The Fastest Moving Fish


Many sources list sailfish as the fastest fish in the ocean. These fish are definitely fast leapers and are likely one of the fastest fish at swimming short distances. The upper jaw of sailfish is modified into a long bill which is circular in cross section. This upper jaw is approximately twice the length of the lower jaw. Two dorsal and anal fins are present. 

The first dorsal fin is large, much taller than the width of the body. This large fin runs most of the length of the body, with the longest ray being the 20th. The first anal fin is set far back on the body. Second dorsal and anal fins approximately mirror one another in size and shape. Both are short and concave. The pectoral and pelvic fins are long with the pelvic fins almost twice as long and nearly reaching the origin of the first anal fin. The pelvic fins have one spine and multiple soft rays fused together. A pair of grooves run along the ventral side of the body, into which the pelvic fins can be depressed.


The caudal peduncle has double keels and caudal notchs on the upper and lower surfaces. The lateral line is readily visible. Body color is variable depending upon level of excitement. The body is dark blue dorsally and white with brown spots ventrally. About 20 bars, each consisting of many light blue dots, are present on each side. The fins are all generally blackish blue. The anal fin base is white. The first dorsal fin contains many small black dots, which are more common towards the anterior end of the fin.

Sailfish grow quickly, reaching 1.2–1.5 m (3 ft 11 in–4 ft 11 in) in length in a single year, and feed on the surface or at middle depths on smaller pelagic forage fish and squid. The sail is normally kept folded down and to the side when swimming, but it may be raised when the sailfish feels threatened or excited, making the fish appear much larger than it actually is. This tactic has also been observed during feeding, when a group of sailfish use their sails to "herd" a school of fish or squid.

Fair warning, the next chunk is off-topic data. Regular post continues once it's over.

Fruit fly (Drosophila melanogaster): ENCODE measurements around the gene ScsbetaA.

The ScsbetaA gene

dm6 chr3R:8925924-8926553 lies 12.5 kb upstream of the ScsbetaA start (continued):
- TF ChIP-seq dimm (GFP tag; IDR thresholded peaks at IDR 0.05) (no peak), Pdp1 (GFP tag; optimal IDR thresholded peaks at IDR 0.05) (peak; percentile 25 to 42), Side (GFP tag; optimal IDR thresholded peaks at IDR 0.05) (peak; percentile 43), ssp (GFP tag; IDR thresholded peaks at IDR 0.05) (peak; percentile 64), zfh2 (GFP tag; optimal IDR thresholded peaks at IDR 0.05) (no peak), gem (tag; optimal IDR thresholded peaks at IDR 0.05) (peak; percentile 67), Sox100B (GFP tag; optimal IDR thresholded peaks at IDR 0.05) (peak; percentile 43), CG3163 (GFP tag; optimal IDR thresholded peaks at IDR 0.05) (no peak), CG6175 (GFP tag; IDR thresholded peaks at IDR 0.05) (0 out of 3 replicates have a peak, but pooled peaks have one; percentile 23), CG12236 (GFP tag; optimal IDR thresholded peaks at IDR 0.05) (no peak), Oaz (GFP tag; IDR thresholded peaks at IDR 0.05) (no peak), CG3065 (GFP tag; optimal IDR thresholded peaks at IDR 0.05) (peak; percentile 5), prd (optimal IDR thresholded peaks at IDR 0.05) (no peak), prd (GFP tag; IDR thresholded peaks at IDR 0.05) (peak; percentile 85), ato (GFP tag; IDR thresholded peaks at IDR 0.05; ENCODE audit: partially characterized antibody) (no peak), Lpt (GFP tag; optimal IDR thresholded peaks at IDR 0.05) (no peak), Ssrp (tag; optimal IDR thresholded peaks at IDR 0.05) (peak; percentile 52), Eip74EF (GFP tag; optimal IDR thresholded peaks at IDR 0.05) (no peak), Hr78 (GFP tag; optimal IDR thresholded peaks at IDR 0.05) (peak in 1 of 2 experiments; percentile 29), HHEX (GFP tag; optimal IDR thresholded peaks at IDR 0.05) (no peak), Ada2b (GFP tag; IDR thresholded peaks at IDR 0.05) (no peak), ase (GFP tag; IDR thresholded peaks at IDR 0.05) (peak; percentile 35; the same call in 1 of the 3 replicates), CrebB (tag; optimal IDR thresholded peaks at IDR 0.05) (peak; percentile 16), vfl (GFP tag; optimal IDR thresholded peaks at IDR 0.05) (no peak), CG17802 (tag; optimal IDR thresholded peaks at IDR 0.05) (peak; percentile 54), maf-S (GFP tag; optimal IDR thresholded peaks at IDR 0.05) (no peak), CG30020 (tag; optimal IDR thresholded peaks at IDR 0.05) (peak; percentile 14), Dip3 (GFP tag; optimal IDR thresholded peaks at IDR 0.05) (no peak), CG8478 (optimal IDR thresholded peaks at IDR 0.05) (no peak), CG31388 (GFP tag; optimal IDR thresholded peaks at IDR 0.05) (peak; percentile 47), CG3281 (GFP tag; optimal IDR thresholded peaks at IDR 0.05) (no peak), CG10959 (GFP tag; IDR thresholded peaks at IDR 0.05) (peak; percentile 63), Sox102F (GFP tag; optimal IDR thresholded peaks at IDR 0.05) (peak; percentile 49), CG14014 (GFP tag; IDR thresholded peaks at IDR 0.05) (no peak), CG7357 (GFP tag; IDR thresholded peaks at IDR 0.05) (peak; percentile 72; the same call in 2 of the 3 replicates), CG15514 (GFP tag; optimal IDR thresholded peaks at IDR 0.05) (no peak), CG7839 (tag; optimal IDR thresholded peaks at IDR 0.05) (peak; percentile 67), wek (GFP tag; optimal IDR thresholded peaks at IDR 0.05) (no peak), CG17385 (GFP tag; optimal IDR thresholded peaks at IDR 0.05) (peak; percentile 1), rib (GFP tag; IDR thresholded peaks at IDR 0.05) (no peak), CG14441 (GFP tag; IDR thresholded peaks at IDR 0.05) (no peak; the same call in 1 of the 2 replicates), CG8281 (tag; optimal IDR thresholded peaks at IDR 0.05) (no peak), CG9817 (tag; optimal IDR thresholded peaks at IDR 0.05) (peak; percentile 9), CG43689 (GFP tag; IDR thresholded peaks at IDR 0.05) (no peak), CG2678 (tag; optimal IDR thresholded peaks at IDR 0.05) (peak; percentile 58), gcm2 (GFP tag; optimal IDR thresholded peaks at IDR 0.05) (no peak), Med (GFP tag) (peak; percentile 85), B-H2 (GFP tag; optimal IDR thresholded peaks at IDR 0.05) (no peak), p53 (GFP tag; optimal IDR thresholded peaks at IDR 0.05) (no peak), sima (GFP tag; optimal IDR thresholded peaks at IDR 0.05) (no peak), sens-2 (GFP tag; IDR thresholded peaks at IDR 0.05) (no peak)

Sailfish take their name from the large dorsal fin that stretches almost the full length of their bodies. While their sail-like fins are impressive, as is the fight they're known for putting up when they encounter fishermen, the sailfish's real claim to fame is that it's the fastest swimmer in the ocean: these fish reach up to 68 miles per hour. Sailfish are abundant and not considered endangered or under any protections for conservation purposes

Sailfish (Istiophorus platypterus) have Maximum speed 110 km/hr (68 mph) They are found in the Indian and Pacific oceans and they have a distinctive sail-like dorsal fin that gives them their name. They have a long, sharp bill that they use for hunting and they feed on tuna, mackerel and other fish

They can swim 100 m in 4.8 sec. They can appear in a startling array of colours, from subdued browns and grays to vibrant purples and even silver. Their body colours are often highlighted by stripes of iridescent blue and silver dots. Sailfish can change their colours almost instantly a change controlled by their nervous system. The sailfish can rapidly turn its body light blue with yellowish stripes when excited, confusing its prey and making capture easier, while signalling its intentions to fellow sailfish.

Sailfish can grow to about 10 feet long. These slim fish can weigh up to about 128 pounds. Their most noticeable characteristics are their large first dorsal fin (which resembles a sail) and their upper jaw, which is long and spear-like. Sailfish have blue-gray backs and white undersides.


They are blue to gray in color with white underbellies. They get their name from their spectacular dorsal fin that stretches nearly the length of their body and is much higher than their bodies are thick.

They are members of the billfish family, and as such, have an upper jaw that juts out well beyond their lower jaw and forms a distinctive spear. They are found near the ocean surface usually far from land feeding on schools of smaller fish like sardines and anchovies, which they often shepherd with their sails, making them easy prey. They also feed on squid and octopus.


Posted by: Lusubilo A. Mwaijengo 

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